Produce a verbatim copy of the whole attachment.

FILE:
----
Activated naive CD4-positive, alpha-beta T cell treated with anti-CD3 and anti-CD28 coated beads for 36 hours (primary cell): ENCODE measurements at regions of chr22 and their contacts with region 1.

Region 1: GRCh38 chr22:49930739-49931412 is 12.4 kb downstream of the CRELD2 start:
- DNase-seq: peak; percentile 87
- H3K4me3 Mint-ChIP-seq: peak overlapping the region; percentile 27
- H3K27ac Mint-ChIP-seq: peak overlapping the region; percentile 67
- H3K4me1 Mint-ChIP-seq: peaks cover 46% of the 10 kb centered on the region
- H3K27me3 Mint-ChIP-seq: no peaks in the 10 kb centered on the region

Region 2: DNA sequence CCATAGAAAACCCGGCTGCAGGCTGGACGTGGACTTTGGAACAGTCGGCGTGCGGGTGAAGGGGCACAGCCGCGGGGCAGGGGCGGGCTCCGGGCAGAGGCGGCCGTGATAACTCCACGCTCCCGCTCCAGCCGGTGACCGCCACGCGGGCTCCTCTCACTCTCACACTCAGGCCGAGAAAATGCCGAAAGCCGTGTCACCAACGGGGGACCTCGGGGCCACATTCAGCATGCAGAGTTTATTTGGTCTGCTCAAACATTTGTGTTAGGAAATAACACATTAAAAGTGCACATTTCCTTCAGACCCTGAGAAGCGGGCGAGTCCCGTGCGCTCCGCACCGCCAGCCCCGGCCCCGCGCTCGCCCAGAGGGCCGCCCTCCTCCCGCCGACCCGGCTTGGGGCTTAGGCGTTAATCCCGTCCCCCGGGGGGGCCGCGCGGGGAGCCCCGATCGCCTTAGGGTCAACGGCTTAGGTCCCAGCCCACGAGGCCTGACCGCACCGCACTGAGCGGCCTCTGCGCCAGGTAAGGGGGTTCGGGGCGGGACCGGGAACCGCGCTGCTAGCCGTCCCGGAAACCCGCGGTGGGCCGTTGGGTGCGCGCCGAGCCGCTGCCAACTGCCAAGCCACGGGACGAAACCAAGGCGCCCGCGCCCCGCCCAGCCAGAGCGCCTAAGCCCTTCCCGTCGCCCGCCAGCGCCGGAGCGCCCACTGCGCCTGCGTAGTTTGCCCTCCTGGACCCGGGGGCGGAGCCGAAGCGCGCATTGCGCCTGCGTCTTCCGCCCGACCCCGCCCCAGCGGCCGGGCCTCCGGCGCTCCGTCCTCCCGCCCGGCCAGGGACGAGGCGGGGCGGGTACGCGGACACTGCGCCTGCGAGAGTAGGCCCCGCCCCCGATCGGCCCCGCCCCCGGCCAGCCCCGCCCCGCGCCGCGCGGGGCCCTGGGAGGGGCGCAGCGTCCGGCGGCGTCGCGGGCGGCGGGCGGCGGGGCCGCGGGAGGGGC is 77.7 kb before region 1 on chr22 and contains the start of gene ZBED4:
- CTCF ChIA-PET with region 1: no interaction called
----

Activated naive CD4-positive, alpha-beta T cell treated with anti-CD3 and anti-CD28 coated beads for 36 hours (primary cell): ENCODE measurements at regions of chr22 and their contacts with region 1.

Region 1: GRCh38 chr22:49930739-49931412 is 12.4 kb downstream of the CRELD2 start:
- DNase-seq: peak; percentile 87
- H3K4me3 Mint-ChIP-seq: peak overlapping the region; percentile 27
- H3K27ac Mint-ChIP-seq: peak overlapping the region; percentile 67
- H3K4me1 Mint-ChIP-seq: peaks cover 46% of the 10 kb centered on the region
- H3K27me3 Mint-ChIP-seq: no peaks in the 10 kb centered on the region

Region 2: DNA sequence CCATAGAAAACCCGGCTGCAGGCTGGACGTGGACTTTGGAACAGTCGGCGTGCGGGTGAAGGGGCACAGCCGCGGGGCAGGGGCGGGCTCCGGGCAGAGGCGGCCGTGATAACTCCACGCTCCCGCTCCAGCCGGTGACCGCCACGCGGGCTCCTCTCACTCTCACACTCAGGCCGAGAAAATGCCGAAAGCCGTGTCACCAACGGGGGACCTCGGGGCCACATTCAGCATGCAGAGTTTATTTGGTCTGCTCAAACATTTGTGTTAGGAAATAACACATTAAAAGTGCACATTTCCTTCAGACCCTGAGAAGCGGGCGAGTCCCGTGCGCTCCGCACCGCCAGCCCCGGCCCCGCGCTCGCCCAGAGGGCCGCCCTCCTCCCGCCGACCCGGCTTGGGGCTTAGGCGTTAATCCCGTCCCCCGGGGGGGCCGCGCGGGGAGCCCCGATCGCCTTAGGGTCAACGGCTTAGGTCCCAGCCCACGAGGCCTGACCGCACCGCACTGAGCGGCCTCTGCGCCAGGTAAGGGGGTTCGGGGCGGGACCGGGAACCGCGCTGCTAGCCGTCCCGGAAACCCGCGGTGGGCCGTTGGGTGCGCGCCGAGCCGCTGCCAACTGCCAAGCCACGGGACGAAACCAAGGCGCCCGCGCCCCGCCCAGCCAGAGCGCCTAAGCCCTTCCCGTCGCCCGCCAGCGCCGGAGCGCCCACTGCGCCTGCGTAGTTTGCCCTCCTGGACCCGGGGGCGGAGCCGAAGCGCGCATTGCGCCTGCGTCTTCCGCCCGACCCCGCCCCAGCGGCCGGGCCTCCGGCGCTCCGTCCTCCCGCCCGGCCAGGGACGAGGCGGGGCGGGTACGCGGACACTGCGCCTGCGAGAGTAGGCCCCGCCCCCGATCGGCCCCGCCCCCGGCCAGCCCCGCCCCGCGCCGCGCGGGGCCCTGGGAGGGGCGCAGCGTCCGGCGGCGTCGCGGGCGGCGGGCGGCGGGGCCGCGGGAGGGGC is 77.7 kb before region 1 on chr22 and contains the start of gene ZBED4:
- CTCF ChIA-PET with region 1: no interaction called